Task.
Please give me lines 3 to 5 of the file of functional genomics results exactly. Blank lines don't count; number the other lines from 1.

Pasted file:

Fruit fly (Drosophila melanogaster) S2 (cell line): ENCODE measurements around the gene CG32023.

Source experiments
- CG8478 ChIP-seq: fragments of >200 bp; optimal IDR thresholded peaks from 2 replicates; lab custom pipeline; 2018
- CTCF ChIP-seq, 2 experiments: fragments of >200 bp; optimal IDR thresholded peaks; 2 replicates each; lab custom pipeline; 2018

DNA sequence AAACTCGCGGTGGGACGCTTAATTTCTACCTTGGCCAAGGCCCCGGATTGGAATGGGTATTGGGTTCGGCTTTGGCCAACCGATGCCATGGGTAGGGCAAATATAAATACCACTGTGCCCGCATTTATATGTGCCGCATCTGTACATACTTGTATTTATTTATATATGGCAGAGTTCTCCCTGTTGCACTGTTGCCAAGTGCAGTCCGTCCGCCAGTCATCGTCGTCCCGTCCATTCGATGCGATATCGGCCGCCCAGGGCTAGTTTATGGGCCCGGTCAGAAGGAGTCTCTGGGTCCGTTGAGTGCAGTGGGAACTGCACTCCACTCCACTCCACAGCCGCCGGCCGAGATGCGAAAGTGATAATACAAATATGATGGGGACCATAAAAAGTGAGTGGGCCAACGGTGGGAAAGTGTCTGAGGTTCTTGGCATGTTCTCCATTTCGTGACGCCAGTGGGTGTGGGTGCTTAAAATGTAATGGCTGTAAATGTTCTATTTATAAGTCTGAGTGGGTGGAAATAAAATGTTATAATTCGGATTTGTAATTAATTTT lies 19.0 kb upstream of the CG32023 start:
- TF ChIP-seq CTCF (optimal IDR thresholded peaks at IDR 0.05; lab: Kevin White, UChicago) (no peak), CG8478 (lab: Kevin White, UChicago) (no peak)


- CG8478 ChIP-seq: fragments of >200 bp; optimal IDR thresholded peaks from 2 replicates; lab custom pipeline; 2018
- CTCF ChIP-seq, 2 experiments: fragments of >200 bp; optimal IDR thresholded peaks; 2 replicates each; lab custom pipeline; 2018

DNA sequence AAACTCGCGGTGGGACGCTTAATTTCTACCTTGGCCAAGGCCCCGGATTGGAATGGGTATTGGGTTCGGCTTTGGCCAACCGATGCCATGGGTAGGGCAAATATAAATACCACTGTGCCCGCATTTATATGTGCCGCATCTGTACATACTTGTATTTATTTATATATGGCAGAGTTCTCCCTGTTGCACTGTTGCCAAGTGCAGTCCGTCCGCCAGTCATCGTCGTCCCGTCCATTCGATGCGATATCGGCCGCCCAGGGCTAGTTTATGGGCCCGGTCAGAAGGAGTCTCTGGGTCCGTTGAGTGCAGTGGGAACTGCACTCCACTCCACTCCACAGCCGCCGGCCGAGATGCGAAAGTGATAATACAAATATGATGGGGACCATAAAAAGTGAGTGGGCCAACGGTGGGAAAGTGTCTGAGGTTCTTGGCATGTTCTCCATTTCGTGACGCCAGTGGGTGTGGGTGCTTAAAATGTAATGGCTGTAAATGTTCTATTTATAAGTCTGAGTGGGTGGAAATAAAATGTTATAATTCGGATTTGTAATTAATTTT lies 19.0 kb upstream of the CG32023 start: